What I have attempted:

Suppose $16p+1=k^3$ where $k \in Z$ then $16p=k^3-1=(k-1)(k^2+k+1)$ so we can say that $k=17$ and thus $p=17^3+17+1=4931$ which is prime.

How would I find the remaining numbers?

  • 5
    $\begingroup$ observe that $k^2+k+1$ is always odd. $\endgroup$ – Frieder Jäckel Dec 3 '17 at 1:18
  • 1
    $\begingroup$ I believe you mean $p=17^{\color{#C00}{2}}+17+1=307$ $\endgroup$ – robjohn Dec 3 '17 at 2:35

Since $k^3\equiv1\pmod{16}\implies k\equiv1\pmod{16}$, if $16p+1$ is a perfect cube, we must have $$ \begin{align} 16p+1 &=(16k+1)^3\\ &=4096k^3+3\cdot256k^2+3\cdot16k+1 \end{align} $$ Thus, we get $p=256k^3+48k^2+3k=(256k^2+48k+3)k$, which can only be prime if $k=1$, that is $p=307$ and thus $$ 17^3=16\cdot307+1 $$ is the only case.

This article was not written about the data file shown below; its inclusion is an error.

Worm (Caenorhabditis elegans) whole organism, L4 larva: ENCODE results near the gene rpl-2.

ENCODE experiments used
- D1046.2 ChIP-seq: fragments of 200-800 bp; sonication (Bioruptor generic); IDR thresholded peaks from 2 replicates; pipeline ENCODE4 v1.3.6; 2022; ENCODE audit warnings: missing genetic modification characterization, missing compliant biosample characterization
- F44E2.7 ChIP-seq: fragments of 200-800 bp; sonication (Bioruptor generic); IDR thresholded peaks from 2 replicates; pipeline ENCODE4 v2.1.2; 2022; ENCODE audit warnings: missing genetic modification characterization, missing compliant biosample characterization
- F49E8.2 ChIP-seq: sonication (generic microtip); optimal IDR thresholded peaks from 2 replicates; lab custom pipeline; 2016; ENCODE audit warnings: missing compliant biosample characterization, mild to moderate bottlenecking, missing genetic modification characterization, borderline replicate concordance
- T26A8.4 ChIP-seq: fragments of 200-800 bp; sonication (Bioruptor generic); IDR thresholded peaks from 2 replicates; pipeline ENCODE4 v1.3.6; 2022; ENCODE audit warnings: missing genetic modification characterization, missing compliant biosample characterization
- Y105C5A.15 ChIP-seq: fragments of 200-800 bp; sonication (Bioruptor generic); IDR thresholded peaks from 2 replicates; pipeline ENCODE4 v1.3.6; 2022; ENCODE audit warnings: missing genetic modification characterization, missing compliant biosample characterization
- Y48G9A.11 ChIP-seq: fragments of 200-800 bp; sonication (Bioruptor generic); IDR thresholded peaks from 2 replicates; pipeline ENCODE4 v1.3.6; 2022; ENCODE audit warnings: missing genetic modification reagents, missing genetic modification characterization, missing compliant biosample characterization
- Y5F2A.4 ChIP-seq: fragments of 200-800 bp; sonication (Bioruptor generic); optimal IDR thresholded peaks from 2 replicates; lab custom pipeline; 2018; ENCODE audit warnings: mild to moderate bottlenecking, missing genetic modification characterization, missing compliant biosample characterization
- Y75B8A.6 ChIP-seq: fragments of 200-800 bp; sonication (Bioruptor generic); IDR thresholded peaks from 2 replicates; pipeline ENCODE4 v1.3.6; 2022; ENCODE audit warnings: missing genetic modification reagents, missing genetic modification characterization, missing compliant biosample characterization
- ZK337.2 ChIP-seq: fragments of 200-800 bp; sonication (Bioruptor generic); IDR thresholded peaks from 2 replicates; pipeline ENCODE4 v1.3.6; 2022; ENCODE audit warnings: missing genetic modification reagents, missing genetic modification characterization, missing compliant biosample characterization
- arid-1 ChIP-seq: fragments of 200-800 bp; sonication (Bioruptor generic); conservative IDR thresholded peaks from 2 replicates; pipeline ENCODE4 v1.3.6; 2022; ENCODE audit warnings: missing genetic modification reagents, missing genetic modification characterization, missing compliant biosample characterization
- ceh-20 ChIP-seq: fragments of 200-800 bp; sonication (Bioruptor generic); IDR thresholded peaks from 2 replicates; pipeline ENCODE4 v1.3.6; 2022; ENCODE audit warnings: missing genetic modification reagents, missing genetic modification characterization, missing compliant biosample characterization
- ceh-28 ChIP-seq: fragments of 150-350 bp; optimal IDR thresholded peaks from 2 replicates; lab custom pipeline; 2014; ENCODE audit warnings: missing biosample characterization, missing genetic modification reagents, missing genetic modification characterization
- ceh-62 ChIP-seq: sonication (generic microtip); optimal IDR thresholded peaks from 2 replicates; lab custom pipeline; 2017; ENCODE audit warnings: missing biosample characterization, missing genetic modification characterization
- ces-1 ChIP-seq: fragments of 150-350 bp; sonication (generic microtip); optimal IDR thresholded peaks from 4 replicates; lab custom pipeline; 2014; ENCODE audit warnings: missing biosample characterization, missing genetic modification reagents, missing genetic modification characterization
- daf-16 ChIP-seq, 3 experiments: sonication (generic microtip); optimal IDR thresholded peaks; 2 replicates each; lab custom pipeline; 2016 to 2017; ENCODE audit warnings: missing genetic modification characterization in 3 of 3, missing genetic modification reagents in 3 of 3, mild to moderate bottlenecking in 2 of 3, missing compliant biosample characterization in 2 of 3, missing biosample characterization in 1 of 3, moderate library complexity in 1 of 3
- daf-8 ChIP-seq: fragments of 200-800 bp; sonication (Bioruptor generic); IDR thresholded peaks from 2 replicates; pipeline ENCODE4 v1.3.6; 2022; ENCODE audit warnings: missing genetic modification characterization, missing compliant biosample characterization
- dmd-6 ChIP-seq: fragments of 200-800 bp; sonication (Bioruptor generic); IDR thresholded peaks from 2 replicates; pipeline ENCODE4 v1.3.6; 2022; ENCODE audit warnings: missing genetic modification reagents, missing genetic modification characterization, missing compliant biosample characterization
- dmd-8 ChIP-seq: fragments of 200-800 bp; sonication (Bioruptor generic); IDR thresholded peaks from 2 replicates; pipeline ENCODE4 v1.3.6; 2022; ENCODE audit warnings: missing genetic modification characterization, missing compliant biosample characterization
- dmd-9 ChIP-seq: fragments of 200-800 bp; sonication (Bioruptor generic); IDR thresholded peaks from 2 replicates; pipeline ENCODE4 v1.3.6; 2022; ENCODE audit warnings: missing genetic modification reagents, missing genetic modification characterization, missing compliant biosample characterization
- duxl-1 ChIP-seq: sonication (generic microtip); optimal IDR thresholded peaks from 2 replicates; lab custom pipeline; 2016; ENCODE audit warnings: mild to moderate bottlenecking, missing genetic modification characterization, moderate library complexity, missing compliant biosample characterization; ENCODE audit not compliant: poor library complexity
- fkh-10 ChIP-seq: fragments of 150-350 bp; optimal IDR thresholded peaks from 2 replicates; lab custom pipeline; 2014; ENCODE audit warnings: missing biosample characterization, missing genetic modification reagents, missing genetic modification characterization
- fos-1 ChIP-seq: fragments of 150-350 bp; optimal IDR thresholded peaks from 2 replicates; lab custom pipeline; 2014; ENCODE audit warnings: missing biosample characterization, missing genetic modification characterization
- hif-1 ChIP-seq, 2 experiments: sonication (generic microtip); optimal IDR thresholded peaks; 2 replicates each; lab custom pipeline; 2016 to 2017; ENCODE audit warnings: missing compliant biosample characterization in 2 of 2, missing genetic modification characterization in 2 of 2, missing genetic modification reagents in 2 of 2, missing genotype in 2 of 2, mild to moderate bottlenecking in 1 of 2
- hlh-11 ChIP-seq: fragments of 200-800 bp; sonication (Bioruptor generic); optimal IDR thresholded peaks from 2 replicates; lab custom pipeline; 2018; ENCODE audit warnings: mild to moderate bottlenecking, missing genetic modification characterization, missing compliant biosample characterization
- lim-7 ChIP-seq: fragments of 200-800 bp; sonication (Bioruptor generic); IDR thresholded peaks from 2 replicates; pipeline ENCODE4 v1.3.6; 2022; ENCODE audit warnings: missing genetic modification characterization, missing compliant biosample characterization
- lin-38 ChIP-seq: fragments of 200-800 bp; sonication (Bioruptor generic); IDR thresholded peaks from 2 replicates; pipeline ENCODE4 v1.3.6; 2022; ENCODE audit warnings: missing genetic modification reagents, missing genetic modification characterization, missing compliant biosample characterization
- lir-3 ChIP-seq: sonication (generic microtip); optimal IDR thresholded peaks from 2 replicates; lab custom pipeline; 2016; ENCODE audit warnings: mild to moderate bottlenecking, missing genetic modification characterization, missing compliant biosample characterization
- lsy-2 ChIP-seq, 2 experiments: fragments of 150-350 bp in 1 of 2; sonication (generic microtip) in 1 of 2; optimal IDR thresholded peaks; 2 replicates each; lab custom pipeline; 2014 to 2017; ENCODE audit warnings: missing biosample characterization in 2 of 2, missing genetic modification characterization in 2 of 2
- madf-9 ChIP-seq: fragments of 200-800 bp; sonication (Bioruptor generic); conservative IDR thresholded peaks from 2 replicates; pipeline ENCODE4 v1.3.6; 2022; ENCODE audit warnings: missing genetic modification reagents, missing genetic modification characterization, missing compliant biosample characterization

You had $$16p=k^3-1=(k-1)(k^2+k+1)$$

Because $k$ is odd, $k-1$ is even and $k^2+k+1$ is odd. If $k^2+k+1$ is odd, then $k-1$ must be a multiple of $16$. But for $k-1$ to be a multiple of $16$ other than $16$, $p$ would have to not be a prime. Therefore, $k-1 = 16$ and $k = 17$.

That means that $k^2+k+1$ must be our prime. So plug in $k=17$ to get $$p = 17^2 + 17 + 1 = 307$$


Since $k^2+k+1$ is always odd it is necessary that $16|k-1$.


Your Answer

By clicking “Post Your Answer”, you agree to our terms of service, privacy policy and cookie policy

Not the answer you're looking for? Browse other questions tagged or ask your own question.